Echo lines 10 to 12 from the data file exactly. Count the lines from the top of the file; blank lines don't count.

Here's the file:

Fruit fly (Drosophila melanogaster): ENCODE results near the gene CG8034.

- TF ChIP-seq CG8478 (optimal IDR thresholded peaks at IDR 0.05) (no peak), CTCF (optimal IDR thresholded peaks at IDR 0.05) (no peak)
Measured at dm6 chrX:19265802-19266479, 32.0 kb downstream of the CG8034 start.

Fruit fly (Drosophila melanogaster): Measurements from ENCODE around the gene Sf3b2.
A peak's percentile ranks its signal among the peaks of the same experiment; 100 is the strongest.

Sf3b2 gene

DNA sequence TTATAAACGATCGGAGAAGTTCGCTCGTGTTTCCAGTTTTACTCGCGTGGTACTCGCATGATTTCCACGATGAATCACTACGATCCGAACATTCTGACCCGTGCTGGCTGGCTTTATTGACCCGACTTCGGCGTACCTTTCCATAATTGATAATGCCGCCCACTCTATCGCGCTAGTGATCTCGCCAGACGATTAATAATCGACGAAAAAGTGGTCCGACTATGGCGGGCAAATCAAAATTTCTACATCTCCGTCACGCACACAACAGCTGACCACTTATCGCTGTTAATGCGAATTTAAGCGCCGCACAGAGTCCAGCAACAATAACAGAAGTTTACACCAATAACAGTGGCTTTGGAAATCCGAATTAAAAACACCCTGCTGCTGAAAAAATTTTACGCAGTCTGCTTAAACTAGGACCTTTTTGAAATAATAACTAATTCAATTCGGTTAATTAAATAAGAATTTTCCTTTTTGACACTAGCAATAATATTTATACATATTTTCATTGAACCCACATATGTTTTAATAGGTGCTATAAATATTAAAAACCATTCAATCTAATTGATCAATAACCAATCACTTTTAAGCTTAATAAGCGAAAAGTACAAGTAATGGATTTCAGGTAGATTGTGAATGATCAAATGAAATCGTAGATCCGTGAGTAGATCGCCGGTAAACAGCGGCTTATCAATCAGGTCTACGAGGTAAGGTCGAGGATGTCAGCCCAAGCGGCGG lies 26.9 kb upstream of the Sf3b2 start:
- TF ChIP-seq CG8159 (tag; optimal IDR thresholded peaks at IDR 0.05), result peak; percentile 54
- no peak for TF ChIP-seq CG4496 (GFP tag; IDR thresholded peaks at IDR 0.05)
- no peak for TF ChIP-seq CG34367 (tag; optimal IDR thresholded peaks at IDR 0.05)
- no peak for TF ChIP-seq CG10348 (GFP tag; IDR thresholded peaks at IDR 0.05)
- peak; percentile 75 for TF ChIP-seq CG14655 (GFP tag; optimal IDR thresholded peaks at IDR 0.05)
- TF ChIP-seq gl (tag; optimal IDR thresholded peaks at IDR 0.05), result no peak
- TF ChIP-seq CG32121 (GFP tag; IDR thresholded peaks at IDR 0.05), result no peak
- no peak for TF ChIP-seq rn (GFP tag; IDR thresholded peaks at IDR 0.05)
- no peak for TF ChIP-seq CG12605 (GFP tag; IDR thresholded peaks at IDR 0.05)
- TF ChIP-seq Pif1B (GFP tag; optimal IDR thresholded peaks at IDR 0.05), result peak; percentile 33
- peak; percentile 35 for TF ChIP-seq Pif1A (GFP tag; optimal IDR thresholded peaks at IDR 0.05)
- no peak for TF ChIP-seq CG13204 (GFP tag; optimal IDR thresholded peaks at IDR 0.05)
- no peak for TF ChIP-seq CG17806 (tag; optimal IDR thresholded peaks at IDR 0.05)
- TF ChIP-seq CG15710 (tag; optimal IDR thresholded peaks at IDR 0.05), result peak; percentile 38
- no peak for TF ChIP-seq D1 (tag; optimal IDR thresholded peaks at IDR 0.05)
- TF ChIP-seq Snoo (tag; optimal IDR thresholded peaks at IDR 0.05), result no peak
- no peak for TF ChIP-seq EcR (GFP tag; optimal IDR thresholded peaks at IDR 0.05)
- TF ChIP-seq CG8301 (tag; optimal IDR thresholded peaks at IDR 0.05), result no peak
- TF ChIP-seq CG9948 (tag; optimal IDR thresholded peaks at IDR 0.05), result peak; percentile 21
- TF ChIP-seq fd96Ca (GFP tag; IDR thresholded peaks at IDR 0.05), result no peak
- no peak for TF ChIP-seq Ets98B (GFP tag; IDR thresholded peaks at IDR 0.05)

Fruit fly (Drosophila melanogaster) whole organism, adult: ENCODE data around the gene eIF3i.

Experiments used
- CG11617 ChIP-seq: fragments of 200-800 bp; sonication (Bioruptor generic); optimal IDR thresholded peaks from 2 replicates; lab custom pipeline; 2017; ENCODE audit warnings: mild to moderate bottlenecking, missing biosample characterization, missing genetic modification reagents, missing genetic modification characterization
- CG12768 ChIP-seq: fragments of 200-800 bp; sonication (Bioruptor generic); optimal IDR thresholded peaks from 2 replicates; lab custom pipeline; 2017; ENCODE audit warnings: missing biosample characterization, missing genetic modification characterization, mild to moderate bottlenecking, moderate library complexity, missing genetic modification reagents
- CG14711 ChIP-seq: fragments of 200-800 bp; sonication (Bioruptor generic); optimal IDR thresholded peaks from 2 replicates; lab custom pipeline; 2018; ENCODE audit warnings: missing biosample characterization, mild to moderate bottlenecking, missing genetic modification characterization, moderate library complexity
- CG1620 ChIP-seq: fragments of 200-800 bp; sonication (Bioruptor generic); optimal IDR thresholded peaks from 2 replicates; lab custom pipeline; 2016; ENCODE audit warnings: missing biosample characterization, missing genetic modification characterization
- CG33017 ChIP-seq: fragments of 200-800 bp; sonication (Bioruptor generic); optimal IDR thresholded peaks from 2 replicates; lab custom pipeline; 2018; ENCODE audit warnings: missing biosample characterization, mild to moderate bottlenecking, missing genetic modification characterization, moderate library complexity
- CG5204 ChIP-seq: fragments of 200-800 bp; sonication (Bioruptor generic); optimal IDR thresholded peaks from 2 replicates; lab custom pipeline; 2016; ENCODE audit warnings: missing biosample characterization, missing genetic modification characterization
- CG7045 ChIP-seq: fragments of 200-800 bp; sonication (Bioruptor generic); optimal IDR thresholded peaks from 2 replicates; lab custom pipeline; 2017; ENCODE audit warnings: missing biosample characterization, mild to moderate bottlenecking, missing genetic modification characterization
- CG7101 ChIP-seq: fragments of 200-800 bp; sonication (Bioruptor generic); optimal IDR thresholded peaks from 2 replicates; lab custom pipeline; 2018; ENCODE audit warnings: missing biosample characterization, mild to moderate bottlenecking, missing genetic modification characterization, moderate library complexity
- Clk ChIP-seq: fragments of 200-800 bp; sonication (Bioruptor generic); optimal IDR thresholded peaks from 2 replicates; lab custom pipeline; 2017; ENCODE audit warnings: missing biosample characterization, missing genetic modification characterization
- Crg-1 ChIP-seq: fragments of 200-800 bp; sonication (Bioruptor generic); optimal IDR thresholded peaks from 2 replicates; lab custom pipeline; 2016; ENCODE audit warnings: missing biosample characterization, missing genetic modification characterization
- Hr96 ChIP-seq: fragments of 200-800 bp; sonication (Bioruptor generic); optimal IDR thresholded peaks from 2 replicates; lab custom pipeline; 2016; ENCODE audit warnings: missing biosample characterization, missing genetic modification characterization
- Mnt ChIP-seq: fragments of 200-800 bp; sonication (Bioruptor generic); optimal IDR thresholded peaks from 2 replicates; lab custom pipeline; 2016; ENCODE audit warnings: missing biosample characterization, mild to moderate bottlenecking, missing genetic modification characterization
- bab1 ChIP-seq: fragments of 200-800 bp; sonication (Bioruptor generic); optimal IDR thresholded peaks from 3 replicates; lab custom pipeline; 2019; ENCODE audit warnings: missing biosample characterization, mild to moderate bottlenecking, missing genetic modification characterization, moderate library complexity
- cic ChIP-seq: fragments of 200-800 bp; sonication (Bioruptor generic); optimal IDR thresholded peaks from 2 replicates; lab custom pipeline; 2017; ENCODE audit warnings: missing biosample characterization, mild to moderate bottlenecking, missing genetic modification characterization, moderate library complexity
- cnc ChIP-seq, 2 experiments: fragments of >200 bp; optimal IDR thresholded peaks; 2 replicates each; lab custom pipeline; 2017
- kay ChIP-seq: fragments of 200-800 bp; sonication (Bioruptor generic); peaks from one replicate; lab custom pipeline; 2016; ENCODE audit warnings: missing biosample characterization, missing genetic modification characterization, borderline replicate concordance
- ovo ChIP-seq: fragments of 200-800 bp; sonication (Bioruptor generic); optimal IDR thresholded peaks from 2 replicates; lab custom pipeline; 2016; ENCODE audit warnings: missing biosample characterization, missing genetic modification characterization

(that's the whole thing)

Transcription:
- no peak for TF ChIP-seq CG34367 (tag; optimal IDR thresholded peaks at IDR 0.05)
- no peak for TF ChIP-seq CG10348 (GFP tag; IDR thresholded peaks at IDR 0.05)
- peak; percentile 75 for TF ChIP-seq CG14655 (GFP tag; optimal IDR thresholded peaks at IDR 0.05)